Rachael Saunders Age at Work Director, Business in the Community, applauds companies who are supporting the Business in the Community call to action to employ one million more older workers by 2022.
Transparency as a driver for better corporate governance is regularly in the news. Today, eight leading organisations are blazing a trail, publishing their data on older workers for the first time, to contribute to the debate and inspire others to take action.
Atos, Aviva, Barclays, The Co-operative Group, Home Instead Senior Care, Mercer, Boots UK and the Financial Services Compensation Scheme (FSCS) are the first employers to commit to our 2022 target and to publish age data. The 2022 target has been set out in our capacity as Government Business Champion for Older Workers, held by Business in the Community’s Age at Work Leadership team.
Each of these employers has shared the total number of employees aged 50-64 and aged 65-69, as well as total number of employees, and there are some fascinating nuances in the data that is published today.
Home Instead Senior Care has a particularly high proportion of older workers, because the relationships between Care Givers and clients are so vital to the business. It is an organisation that particularly values the skills and experience that older people bring.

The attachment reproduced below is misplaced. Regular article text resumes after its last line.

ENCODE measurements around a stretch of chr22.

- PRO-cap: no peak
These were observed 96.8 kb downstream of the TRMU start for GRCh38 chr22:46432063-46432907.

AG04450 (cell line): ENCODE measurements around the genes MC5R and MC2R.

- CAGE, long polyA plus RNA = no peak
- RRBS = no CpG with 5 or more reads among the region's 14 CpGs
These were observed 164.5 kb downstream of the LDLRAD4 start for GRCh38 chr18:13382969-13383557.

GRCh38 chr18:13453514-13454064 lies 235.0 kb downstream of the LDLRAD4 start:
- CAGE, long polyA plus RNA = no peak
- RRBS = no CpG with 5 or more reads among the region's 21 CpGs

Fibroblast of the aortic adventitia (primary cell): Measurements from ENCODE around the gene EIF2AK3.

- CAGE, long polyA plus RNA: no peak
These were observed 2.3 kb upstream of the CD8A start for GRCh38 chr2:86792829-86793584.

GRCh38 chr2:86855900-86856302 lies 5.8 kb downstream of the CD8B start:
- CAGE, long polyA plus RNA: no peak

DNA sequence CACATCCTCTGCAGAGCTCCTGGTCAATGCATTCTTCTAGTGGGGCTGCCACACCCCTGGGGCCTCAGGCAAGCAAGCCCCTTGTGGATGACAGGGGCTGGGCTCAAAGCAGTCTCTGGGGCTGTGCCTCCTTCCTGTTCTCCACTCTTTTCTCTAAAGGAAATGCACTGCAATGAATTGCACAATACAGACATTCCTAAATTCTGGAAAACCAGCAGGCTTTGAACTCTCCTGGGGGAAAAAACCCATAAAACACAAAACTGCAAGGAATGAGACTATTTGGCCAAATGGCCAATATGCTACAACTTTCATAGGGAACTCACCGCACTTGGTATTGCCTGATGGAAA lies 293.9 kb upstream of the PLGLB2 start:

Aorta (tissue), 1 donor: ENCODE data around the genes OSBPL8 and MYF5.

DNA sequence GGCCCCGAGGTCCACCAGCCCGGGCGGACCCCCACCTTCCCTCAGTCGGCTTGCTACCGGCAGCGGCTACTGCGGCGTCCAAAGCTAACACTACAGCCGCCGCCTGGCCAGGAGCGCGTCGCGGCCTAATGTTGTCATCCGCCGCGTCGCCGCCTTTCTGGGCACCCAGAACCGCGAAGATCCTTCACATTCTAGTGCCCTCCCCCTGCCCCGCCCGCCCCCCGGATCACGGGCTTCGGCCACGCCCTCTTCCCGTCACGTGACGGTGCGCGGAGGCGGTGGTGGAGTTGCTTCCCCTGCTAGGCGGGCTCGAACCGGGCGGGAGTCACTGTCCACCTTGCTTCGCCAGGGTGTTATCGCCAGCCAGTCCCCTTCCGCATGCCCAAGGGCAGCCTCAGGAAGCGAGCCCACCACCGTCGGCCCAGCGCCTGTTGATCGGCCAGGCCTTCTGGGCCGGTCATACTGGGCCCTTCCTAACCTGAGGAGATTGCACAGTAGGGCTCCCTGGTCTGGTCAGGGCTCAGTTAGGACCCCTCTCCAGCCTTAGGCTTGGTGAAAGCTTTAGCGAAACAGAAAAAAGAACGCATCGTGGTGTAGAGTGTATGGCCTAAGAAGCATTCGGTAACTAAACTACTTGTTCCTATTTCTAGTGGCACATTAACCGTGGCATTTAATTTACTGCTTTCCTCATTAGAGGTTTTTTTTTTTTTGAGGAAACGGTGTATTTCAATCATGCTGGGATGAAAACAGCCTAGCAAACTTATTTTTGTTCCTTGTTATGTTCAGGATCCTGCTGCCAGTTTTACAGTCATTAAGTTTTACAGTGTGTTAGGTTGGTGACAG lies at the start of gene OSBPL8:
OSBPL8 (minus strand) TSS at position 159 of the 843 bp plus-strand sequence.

For the Co-Operative Group the age range working for the organisation is very mixed, and the reasons to value older workers are similar – older workers can offer great customer service because of experience and knowledge they have built up, and because they have roots in local communities that customers value.
For Atos, their workforce is a relatively older one and their priority is to motivate and engage people across age groups – many of whom will have had varied careers before working for Atos.
Our other companies publishing today – Aviva, Barclays, Mercer and the FSCS – have something in common as financial and professional services organisations, and their data is aligned as well. Aviva and Barclays are major companies and it is likely that the age profile of different business units will vary. Each has taken action – Barclays has a great Bolder apprenticeship scheme which provides a second chance for older people to develop a career in banking. Aviva is working to increase the number of older people in contact centres, as well as making the most of older talent across the company. Mercer has a powerful focus on supporting individuals who are caring for family members.
These companies should be applauded as the first to publish their age at work data. Much of the differences in their workforce profiles can be explained by the differences between sectors, and the variance in the demographics of the talent pools organisations are drawing from.
We are at the beginning of this journey. The next stage is supporting each of these companies, and the many more that will commit to taking action on age at work, to meet our target – of at least 12% more older workers in their employment by 2022.